Preserving the Garden Harvest

Preserving the Garden Harvest

Tayler     July 22, 2020    Uncategorized

Now that we're into the height of Summer in the Northern Hemisphere, the fresh garden produce overfloweth. In the farmer's markets and in the local grocers there is a rainbow of colours and flavours to choose from. In the edible landscape, gardens are in their glory, fruit trees and berry bushes are putting out their bounty, and the veggies are at peak production.

After the hustle of spring, building soil and tending to young seedlings, summer is when we really start to see the hard work pay off! However, this is not the time to just sit back and eat. Well, it is, but it's also the time to plant your fall and winter vegetables and to preserve the summer harvest!

Storing food for fall and winter goes hand in hand with growing a garden. Although it can feel overwhelming and time-consuming to preserve your harvest, eating summer's abundance in winter does make it worth it (especially in these uncertain times we find ourselves in with food prices going up, and food access decreasing).

There are many different low energy techniques for food preservation that can make the process easy and enjoyable and even more nutritious. The food preservation video above takes a brief look at some of the methods we use.

Here is a written breakdown of 2 of our favourite and most used techniques that we use to preserve garden and farm produce:

1.Fermentation

This is a massive subject and lucky for us so much information can be found online and in books about the health benefits, techniques and cultural traditions of fermented foods. This blog post by Cultures for Health gives a good breakdown on the how's and why's.

I'm a big fan of fermentation guru Sandor Katz and recommend to anyone interested in fermenting to read his books, follow his social media accounts, and if you're really keen and nerdy watch the fantastic youtube series he's in called the People's Republic of Fermentation. He also has a new book coming out in the Fall that looks interesting called Fermentation as Metaphor.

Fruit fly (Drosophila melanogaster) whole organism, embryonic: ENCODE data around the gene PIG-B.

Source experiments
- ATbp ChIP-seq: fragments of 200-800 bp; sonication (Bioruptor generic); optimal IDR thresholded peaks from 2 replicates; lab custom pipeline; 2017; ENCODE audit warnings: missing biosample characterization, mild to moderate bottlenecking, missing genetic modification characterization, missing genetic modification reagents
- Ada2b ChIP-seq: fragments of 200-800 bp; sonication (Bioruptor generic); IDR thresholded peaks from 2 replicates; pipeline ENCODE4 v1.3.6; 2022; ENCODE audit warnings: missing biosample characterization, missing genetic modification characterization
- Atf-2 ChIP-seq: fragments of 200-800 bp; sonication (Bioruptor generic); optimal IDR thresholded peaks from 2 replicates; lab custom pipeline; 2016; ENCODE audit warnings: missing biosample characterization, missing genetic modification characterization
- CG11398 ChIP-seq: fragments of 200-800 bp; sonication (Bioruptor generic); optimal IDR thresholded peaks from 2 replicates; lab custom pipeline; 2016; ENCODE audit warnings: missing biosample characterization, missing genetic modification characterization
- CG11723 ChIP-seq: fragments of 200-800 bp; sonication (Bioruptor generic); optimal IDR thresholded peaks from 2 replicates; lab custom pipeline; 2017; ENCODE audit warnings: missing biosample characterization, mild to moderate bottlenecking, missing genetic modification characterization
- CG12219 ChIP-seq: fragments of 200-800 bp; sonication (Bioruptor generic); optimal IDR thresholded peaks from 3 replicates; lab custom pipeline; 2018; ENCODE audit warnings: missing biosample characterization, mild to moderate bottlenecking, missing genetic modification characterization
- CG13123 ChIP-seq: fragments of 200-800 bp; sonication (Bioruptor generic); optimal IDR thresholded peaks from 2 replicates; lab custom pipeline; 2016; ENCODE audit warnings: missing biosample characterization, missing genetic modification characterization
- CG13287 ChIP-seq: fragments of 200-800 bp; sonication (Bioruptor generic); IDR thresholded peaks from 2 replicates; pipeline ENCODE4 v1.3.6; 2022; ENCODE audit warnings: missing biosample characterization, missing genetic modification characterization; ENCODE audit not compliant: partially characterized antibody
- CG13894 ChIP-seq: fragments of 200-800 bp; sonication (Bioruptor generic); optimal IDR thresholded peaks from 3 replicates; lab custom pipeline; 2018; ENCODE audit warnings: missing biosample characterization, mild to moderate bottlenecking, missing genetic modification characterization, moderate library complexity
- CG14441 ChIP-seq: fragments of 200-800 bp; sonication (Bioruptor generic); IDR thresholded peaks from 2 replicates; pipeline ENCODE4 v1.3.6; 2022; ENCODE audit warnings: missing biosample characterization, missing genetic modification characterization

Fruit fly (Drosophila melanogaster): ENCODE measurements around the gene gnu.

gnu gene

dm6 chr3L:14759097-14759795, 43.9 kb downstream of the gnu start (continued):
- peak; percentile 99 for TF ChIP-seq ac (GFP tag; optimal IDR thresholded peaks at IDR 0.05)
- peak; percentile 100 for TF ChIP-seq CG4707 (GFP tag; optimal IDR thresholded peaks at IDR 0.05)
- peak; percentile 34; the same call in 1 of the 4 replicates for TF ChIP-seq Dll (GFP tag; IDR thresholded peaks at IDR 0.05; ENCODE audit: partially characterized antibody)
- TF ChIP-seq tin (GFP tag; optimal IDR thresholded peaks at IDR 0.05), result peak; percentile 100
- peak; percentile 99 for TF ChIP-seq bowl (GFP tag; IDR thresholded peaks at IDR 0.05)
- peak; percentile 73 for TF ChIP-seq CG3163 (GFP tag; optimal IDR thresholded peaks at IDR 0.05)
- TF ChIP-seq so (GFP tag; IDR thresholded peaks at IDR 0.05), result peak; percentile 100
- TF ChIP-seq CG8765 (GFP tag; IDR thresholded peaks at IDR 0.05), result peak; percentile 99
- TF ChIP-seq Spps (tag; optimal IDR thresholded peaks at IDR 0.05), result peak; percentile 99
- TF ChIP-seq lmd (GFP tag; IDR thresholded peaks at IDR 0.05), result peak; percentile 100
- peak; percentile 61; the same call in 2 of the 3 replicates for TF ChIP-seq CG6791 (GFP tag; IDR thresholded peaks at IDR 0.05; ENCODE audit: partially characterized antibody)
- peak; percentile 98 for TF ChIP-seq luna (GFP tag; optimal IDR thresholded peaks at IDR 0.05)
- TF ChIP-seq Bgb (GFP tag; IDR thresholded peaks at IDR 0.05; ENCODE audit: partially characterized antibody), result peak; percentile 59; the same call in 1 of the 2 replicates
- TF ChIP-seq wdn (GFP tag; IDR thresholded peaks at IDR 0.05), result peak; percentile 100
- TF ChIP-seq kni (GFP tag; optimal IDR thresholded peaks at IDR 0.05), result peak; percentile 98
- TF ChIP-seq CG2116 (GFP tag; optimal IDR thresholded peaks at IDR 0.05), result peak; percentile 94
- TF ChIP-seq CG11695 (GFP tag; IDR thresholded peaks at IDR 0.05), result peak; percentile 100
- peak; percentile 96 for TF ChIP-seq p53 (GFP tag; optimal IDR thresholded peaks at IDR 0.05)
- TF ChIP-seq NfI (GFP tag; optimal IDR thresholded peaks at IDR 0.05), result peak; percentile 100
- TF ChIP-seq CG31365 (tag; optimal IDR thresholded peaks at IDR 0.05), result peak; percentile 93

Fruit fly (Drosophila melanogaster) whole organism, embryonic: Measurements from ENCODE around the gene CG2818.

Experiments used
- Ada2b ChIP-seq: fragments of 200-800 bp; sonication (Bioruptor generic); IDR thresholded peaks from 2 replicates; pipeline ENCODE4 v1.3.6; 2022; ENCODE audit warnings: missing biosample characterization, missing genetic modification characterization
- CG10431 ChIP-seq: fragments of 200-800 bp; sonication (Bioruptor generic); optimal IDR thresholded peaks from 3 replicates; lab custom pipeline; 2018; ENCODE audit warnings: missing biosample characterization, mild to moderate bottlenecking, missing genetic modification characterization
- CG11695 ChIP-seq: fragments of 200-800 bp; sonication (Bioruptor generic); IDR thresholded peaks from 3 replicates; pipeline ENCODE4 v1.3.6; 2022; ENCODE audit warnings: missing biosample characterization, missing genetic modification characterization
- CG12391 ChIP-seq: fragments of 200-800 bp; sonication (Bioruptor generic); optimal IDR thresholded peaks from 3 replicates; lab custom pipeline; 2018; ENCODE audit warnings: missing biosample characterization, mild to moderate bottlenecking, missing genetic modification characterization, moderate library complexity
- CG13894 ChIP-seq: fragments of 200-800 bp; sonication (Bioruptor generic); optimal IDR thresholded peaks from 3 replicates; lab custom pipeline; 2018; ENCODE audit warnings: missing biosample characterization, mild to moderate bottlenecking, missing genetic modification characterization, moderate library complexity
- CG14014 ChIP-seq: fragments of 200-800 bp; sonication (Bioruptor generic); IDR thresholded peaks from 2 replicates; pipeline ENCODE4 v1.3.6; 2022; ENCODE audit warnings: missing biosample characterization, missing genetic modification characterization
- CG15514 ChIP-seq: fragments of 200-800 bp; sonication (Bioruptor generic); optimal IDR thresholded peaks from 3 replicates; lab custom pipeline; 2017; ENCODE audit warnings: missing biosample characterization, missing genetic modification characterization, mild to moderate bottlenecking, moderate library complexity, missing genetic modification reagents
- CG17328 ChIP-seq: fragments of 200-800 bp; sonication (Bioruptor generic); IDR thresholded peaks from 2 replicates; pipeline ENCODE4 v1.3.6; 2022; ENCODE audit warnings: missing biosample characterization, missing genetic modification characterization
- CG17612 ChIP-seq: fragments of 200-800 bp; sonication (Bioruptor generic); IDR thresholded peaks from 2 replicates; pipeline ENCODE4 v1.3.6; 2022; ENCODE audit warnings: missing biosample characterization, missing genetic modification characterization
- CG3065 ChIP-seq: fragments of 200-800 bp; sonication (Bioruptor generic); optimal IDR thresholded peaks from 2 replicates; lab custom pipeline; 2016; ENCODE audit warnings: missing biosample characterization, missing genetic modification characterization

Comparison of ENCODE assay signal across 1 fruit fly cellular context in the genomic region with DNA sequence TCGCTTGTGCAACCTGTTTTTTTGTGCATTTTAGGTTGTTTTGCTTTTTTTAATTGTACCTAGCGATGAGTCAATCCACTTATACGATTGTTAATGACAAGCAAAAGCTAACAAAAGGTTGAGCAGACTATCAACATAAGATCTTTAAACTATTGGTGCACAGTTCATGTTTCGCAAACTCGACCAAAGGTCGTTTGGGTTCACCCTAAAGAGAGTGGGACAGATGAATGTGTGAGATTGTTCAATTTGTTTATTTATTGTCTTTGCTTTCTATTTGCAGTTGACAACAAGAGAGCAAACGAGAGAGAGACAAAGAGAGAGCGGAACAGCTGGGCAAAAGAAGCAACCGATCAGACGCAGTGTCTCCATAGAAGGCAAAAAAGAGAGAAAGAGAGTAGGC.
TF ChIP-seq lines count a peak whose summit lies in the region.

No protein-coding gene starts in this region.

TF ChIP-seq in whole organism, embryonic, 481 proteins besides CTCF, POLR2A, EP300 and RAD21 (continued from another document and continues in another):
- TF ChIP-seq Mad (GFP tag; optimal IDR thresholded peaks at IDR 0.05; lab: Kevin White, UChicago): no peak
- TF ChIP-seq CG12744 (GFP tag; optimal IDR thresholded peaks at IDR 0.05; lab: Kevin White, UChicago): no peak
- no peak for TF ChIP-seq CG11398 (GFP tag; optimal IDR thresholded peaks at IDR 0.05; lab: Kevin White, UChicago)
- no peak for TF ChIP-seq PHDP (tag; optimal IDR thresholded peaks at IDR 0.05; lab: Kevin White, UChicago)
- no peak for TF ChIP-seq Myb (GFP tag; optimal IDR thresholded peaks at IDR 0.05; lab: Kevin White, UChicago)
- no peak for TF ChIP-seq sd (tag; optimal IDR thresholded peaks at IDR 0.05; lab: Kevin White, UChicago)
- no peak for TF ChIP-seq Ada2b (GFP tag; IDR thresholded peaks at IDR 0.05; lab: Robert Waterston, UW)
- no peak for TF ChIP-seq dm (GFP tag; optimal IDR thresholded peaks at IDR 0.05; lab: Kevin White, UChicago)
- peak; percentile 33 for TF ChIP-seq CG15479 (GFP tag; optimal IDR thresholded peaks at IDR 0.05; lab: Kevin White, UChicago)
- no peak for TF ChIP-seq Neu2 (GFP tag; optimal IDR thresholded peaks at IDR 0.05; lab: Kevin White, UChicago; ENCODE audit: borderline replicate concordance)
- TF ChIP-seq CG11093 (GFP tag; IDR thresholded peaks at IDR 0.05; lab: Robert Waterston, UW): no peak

The subject of fermenting is so vast but what I'm going to just briefly touch on here is the fermentation of vegetables (these same methods can also be used for fruit!).

In our garden, we incorporate fermenting produce into each season, but especially in the summer and fall when the bounty is really on.

The main ingredients for fermenting are vegetables, salt, and time (sometimes water too). Something to keep in mind when fermenting is that the process will happen quicker in warmer weather and slower when it's cooler, you can counteract the fast fermentation by using a bit more salt during the warm months.

My basic vegetable fermentation method is as follows:

Clean your veggies, chop them up (sometimes I grate them), put the chopped veg into a large bowl, add 2-5% salt and let that sit for an hour or so to allow for the moisture to begin to release. Then, pack them in a fermentation jar* and forget about them for at least several weeks.

You can also add vegetables to a jar and fill the jar with a salt and water brine. This is a good method for produce you aren't chopping up, such as cucumbers (fermented pickles!), or those with lower water content. (see the sidebar photos for examples). It's important that the vegetables are submerged in the brine so that no mould grows on the surface.

We like to save the leftover brine from our ferments to use to kickstart the next batch of fermented veggies, as well as in soups and stews, or even to mix with water as a refreshing probiotic drink.